The company's Windows NT Server Enterprise Edition enters a second beta this week at 2,100 user sites, just as Proxy Server 2.0 enters beta testing. The Proxy Server beta software will be posted to the company's Web site later this week.
Microsoft is also holding a design preview tomorrow for the next version of its Microsoft Repository, a key tool for storing and managing software as it is being developed.
The enterprise edition of NT includes Microsoft's clustering technology, previously code-named Wolfpack, as well as message queuing and transaction server software for information-intensive environments. The new version of the popular operating system is being pushed as an alternative to more expensive Unix-based operating systems. The new version was announced at Microsoft's Scalability Day in May.
The enterprise version is expected to ship this quarter, and includes a new configuration tool to ease the installation process.
The new Proxy Server technology includes Web caching and firewall capabilities, extending the BackOffice's component and standalone product to compete better in a firewall market filled with Windows NT-based competitors.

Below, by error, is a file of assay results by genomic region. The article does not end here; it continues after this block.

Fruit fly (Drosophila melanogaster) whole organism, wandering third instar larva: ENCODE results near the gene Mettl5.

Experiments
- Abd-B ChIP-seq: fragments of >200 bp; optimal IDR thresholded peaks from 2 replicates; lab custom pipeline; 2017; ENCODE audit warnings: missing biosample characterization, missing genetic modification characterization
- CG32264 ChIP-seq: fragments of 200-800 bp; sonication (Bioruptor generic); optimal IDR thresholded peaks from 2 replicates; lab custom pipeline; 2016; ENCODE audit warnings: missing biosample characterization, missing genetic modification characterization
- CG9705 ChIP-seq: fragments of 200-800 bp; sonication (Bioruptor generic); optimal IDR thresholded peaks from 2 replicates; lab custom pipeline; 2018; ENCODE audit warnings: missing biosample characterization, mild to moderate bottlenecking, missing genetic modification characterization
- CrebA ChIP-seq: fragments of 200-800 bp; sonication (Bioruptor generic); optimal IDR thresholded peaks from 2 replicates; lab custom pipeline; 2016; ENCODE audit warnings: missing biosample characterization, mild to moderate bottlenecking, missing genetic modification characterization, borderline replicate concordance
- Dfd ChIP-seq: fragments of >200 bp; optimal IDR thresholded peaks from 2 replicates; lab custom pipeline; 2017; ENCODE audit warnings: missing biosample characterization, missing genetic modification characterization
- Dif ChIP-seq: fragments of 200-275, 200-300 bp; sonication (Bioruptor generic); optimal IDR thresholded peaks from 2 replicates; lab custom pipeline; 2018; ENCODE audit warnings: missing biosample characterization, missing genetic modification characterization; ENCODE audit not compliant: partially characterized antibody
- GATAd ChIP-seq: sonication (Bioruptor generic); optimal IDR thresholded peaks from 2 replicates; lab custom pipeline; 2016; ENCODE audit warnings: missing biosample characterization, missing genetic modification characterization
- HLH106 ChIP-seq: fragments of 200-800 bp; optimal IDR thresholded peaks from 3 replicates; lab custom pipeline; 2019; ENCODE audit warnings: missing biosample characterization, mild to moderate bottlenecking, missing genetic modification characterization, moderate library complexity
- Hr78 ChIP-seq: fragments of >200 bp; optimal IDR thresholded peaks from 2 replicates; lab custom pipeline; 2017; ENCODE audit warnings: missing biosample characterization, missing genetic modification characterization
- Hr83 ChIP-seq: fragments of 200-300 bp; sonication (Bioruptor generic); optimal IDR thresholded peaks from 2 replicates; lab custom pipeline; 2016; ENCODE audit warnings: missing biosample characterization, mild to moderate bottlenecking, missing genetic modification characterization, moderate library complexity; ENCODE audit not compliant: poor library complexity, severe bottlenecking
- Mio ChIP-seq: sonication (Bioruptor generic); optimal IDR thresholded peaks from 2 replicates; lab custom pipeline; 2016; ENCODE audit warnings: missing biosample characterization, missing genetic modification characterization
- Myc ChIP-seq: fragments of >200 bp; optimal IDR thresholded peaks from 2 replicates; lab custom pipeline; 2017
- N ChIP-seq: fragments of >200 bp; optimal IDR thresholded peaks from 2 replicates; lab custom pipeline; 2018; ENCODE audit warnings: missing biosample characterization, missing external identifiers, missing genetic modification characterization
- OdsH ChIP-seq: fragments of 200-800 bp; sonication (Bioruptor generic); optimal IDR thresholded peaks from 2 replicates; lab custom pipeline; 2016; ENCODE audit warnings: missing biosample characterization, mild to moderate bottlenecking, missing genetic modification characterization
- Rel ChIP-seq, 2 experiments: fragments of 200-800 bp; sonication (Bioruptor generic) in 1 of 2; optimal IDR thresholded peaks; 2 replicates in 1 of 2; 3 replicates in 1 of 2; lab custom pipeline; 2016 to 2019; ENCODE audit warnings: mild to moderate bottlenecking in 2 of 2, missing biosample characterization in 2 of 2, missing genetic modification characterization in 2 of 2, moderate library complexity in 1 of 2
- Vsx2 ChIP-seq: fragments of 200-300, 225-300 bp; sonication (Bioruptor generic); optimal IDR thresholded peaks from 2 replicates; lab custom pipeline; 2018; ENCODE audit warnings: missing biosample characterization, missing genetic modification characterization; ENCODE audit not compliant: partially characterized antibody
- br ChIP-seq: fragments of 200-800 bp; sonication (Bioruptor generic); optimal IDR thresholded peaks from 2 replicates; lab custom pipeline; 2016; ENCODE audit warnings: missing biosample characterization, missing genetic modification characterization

Firewalls are designed to block intruders from getting onto a company's internal networks over the Internet. If Proxy Server 2.0 adds more security features, it could hurt sales of firewall software for Windows NT in particular, and NT has been the market's hottest segment, analysts warn.
To make sure that developing Windows applications is as easy as possible for corporate developers, Microsoft is improving its Microsoft Repository. The next version of the repository will gain additional features designed to make it easier for groups of developers to track the various components of software projects as they are built.
The repository "is central to moving NT further up into the enterprise," said Jon Roskill, Visual Basic product manager at Microsoft.
Microsoft today also announced that it has entered into a collaborative development deal with Platinum Technology. Platinum will port the repository software--which currently only runs on Windows--to additional operating systems, such as IBM's MVS and OS/400.
The company also announced the Open Information Model, which defines how development tools from multiple vendors can share information, said Roskill.
Version 2.0 of the repository, along with the Open Information Model, will be detailed tomorrow as part of a design preview being held at the company's Redmond, Washington, headquarters for more than 70 vendors planning to include the repository with their tools, or provide an interface to the repository.
Microsoft also inked repository licensing agreements with an additional 26 software vendors who will include the repository with their development tools, said Roskill.